Turnagain Pass Avalanche Forecast RSS

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ARCHIVED FORECAST - All forecasts expire after 24 hours from the posting date/time.
Issued
Fri, January 9th, 2015 - 7:00AM
Expires
Sat, January 10th, 2015 - 7:00AM
Forecaster
Heather Thamm
The Bottom Line

Today the avalanche danger is MODERATE at both Treeline and in the Alpine. Small human triggered wet avalanches are possible on very steep slopes and wind slabs 1-2′ deep could be found at elevations above 3500′. Avoid steep slope angles and in general be careful €“ the snow conditions are relatively poor and also ripe for non-avalanche related injuries.  

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Fri, January 9th, 2015
Alpine
Above 2,500'
Moderate (2)
Avalanche risk
Treeline
1,000'-2,500'
Moderate (2)
Avalanche risk
Below Treeline
Below 1,000'
No Rating (0)
Avalanche risk
Alpine
Above 2,500'
Avalanche risk
Moderate (2)
Treeline
1,000'-2,500'
Avalanche risk
Moderate (2)
Below Treeline
Below 1,000'
Avalanche risk
No Rating (0)
Danger Scale:
No Rating (0)
Low (1)
Moderate (2)
Considerable (3)
High (4)
Extreme (5)
Avalanche Problem 1
  • Wet Loose
    Wet Loose
Wet Loose
Wet Loose avalanches are the release of wet unconsolidated snow or slush. These avalanches typically occur within layers of wet snow near the surface of the snowpack, but they may quickly gouge into lower snowpack layers. Like Loose Dry Avalanches, they start at a point and entrain snow as they move downhill, forming a fan-shaped avalanche. Other names for loose-wet avalanches include point-release avalanches or sluffs. Loose Wet avalanches can trigger slab avalanches that break into deeper snow layers.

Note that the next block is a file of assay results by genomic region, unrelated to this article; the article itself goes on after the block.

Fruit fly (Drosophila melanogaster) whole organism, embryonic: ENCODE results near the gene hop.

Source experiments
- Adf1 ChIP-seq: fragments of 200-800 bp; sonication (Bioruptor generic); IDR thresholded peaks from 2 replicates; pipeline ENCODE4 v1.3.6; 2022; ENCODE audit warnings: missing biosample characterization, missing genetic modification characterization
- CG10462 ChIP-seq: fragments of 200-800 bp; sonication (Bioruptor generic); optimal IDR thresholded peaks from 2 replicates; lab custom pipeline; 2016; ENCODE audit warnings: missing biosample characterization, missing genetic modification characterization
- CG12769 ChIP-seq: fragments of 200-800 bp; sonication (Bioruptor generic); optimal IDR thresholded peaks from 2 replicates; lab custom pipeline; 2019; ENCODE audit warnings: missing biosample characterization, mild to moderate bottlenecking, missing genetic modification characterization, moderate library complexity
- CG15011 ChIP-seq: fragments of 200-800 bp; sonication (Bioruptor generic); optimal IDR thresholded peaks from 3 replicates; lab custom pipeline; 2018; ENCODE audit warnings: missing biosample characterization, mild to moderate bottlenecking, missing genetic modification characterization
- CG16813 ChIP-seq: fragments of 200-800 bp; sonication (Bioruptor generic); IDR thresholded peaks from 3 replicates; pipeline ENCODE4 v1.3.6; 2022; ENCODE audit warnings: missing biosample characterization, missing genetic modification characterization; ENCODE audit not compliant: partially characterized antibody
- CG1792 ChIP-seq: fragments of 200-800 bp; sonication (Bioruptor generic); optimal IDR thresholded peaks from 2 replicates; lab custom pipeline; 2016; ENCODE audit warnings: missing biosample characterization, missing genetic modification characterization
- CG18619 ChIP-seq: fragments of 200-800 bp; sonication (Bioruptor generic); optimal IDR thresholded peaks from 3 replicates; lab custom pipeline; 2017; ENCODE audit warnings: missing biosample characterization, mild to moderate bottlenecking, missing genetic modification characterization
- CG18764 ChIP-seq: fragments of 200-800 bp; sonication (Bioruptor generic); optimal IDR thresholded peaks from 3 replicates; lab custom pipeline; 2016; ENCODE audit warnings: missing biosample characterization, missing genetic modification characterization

More info at Avalanche.org

In the last 24hours a low-pressure system has brought us very warm temperatures (40’sF) at sea level and rain to 3000’. In Turnagain Pass .5” of water was recorded and double that amount in Girdwood.

No avalanche activity was reported or observed yesterday, but today small wet loose avalanches are the primary concern in areas where low-density snow is poorly bonded. Rain saturating the snowpack can cause this type of snow to weaken and fail, more easily than in denser snow.

It is important to understand that our current snowpack is comprised of large areas of dense supportable snow in the Alpine, but pockets of weaker snow do exist. Triggering a wet loose avalanche requires a steep slope (>40°) and could be larger on sustained slopes. Today this problem will be more likely at mid elevations where there are greater areas of low-density snow.